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The Sales Podcast


Sep 25, 2013

John Saddington - Serial Entrepreneur, Prolific Blogger, Open & Honest Dialogue. 

John Saddington Started young at age 14 doing programming for Johnson and Johnson and bagging groceries.

Dropped out of Georgia Tech…struggled to get a “piece of paper” (his diploma).

Worked at Dell.

Worked at Fox News.

Being an entrepreneur was not the plan.

As he moved up in management he realized he had little respect for authority and he realized he could do it better and move faster.

Began building his own products at night – 2006-2007.

Has had 5-6 startups since then. Some VC.

Learned Basic and Visual Basic when living in Japan.

He was self-taught.

Now, with online courses, even free courses from Stanford and iTunes Library, you can learn anything.

Entrepreneurs get frozen with ideas.

We need to force the idea of scarcity on ourselves so we focus and dig deep and become excellent.

Execute. There is no “right” answer.

John got his “big break” with Flash development.

8Bit – his idea back in 2008-2009 – came from his frustration in building WordPress sites for his clients. It sold 30-40 copies the first day so he brought on 3 other partners to help him grow and they grew to seven.

Mashable voted them…

Tough to “get it right” when growing a company and with changing technologies.

WordPress is still so nascent.

It’s hard to stay the course long term. Entrepreneurs get bored quickly.

There’s a difference between “lifestyle” companies and “growth” companies with fast-paced growth and finding liquidity to exit.

Often we don’t listen to our hearts.

John learned he didn’t speak up often enough or vocally enough.

The longest he’s been at a company is two years and nine days and that was about a year too long.

Sept 4, 2012, he began kicking the idea around for Pressgram. It was a nights and weekends project. He was not happy with the Facebook and Intragram terms.

In March of 2013, his wife said: “Why don’t you put it on Kickstarter?” (She’s the brilliant one. She’s a strategist.) I’ve backed 200+ projects on Kickstarter for others but never for himself. So he put together the campaign overnight and launched it at 12:04 AM on Saturday.

He raised $56,000+ and this became a very public project.

This had a big influence as well on how 8Bit unfolded.

Kickstarter is very “altruistic.” It’s not “an online store.” You’re there to help someone else’s dream.

498 backers to reach $50,000.

Peruse Kickstarter to see what’s out there and see what works and what doesn’t work.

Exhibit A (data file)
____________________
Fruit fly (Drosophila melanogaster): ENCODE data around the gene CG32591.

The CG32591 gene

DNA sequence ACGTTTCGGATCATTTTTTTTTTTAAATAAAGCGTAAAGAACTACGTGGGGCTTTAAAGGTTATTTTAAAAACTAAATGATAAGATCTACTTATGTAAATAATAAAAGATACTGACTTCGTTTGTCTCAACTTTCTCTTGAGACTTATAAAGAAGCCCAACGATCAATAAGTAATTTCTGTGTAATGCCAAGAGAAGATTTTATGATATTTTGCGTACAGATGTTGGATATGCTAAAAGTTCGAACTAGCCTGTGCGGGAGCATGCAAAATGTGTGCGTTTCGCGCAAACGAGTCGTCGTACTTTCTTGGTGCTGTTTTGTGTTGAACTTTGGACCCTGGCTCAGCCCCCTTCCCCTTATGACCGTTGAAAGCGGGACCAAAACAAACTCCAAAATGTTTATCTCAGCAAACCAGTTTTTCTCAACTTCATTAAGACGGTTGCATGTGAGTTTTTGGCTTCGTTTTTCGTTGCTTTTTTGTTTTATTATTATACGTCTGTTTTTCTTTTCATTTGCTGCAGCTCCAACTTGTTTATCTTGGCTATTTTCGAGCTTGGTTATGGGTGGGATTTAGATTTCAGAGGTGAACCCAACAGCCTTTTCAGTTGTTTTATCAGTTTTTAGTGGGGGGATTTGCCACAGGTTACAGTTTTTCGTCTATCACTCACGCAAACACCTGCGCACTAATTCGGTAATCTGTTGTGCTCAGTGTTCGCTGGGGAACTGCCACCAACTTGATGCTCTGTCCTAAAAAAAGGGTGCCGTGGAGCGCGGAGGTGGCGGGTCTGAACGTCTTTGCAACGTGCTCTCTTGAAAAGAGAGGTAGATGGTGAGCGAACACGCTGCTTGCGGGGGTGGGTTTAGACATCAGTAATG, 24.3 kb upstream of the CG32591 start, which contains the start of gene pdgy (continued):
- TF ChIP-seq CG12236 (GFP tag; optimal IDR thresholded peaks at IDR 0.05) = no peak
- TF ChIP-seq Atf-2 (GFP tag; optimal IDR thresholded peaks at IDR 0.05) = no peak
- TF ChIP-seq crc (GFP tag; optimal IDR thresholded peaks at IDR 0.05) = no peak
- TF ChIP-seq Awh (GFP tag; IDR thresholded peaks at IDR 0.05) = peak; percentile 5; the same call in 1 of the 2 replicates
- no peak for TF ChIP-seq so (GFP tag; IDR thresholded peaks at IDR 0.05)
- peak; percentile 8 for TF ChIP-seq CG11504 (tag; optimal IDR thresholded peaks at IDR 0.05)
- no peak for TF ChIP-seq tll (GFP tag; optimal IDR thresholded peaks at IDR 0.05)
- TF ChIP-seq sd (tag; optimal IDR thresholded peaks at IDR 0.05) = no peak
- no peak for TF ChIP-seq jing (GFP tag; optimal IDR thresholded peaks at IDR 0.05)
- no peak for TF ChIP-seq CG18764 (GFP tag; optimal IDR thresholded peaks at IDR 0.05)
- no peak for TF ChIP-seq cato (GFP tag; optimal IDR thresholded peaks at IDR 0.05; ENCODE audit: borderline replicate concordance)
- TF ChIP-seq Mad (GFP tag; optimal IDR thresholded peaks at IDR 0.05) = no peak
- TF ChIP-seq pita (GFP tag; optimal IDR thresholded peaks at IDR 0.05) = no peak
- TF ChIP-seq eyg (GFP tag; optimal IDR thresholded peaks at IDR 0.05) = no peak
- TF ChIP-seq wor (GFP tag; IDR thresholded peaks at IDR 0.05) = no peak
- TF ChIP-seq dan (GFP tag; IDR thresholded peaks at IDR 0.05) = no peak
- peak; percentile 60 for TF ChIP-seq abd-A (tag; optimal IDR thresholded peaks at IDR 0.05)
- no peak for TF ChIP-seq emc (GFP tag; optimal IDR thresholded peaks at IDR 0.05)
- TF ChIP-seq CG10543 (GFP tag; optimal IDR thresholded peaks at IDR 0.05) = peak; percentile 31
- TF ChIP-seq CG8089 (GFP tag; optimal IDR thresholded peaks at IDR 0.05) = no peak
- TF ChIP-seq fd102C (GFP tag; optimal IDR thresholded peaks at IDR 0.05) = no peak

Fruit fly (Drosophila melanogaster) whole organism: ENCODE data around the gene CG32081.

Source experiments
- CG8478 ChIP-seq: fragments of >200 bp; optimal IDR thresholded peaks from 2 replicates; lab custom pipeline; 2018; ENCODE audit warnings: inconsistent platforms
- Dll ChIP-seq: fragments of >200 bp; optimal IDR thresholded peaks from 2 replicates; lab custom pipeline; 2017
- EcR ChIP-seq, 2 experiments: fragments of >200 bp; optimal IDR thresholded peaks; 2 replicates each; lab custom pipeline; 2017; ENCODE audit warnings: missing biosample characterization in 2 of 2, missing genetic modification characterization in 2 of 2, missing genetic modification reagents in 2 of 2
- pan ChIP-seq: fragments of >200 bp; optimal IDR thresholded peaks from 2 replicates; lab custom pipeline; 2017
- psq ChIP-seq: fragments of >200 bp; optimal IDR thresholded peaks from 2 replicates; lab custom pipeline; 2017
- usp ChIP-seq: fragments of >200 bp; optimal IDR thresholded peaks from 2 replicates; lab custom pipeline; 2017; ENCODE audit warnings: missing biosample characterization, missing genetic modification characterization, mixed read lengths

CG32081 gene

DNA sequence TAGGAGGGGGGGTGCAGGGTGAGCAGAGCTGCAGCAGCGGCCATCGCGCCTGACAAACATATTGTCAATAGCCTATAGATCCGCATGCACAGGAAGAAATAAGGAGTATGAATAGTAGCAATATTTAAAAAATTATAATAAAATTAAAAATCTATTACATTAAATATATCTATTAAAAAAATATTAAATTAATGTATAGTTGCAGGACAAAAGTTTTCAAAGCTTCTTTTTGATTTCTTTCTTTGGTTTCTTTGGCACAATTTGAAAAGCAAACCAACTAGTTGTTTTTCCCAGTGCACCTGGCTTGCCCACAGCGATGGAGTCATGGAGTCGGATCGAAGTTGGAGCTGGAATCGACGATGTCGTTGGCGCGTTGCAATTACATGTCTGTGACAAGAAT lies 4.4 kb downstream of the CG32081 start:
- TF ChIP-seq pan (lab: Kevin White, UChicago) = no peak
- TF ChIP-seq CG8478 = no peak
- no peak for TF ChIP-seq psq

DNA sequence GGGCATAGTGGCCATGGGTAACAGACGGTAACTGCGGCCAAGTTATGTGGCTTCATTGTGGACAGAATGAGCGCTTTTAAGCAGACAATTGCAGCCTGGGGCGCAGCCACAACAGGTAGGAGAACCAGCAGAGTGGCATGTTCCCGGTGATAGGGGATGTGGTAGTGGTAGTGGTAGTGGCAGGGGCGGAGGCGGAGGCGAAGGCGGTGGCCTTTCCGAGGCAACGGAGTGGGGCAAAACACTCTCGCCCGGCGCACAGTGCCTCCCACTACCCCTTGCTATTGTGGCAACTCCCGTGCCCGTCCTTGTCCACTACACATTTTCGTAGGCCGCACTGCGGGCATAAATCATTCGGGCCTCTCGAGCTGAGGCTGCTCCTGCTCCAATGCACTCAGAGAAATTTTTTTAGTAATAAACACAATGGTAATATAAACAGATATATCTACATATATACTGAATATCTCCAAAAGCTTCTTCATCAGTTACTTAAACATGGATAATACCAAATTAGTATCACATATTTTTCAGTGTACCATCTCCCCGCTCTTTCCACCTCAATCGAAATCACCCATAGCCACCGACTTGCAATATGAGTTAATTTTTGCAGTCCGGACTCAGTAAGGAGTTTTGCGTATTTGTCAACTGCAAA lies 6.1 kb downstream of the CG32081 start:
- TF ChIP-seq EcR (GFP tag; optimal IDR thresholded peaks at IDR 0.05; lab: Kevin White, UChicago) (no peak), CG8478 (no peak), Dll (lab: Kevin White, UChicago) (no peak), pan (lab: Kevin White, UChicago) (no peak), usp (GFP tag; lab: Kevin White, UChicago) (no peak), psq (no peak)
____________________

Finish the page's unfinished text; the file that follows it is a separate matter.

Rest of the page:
John had finished his initial wireframe and some code but the framework wasn’t really built out. It’s harder to get software accepted on Kickstarter.

Indiegogo accepts almost anything.

If you have an itch to scratch you lose almost nothing by submitting your idea. Go ahead and get rejected to make you tighten up your pitch.

There is a small staff that reviews and approves your idea. You can appeal with 300 characters.

Built more than a prototype with Pressgram and now he’s going to go find his team.

Others will find a partner first, and that’s fine, but he likes to build first. He has the energy to do it that way.

In-app purchases are how you monetize free apps.

He sees a way to build a WordPress ecosystem around this app.

If I’m not in love with what I’m building and if it doesn’t scratch an itch I have and I want to use there is just something so moving that helps me go the extra mile. That’s what separates “armchair entrepreneurs” from those that actually do it and that gets you through the tough times.

The fund-raising season is incredibly tough. My wife is emotionally and intellectually prepared for me to be a “deadbeat dad” and absentee husband as I get on planes to cross the country and even the globe.

3,264 posts – about 9 a day – for 365 days in 2011 and experienced tremendous growth. He didn’t get tired of it. He wakes up around 4:30 or 5 and writes until 7 am. He and his wife work with boundaries. He has been journaling as long as he can remember and has been blogging since 2001.

He has templates he uses to accelerate his production and now has internal templates.

Practice does not make perfect. Practice makes better.

John admits he’s obsessed with his work. He has moved his wife many times chasing his ventures. They have been up and down the financial roller coaster. His wife is “full of grace and loves me, thank God!”

By setting up boundaries he has incredible freedom. When 7 am comes he spends time with his kids. His next is 8:30 to 2 PM. He can do whatever he wants. At 2 pm his oldest is done with first grade and he picks her up. From 2:30 to 7:00 pm it’s “lights off” when it comes to technology. His wife loves reading and he loves programming but they’ll discuss how they want to spend their evening.

Feed.ly Pro is one of his favorite app. He was one of the first 5,000 to buy a subscription for life for $99. Seth Godin,

Doesn’t have a lot of time to read. RSS feeds help.

He has noticed in highly-productive people that they are so consumed with what they are doing that they have no time for “sideline commentary and are not concerned with missing something.”

Entrepreneurs execute in an environment of ambiguity.

“What’s hot” becomes unimportant.

I’m not concerned about my next competitor. “I could drown in worry and shame” if I focused on that.

John wants to learn something new every day.

Yesterday he learned that you can’t call something a photo until it is printed. It’s a picture or image until it becomes physical.

Show some love for this episode. Give me a shout out on Twitter.

Grow your sales with this book.

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Check out episodes 11 to 20 of The Sales Podcast here.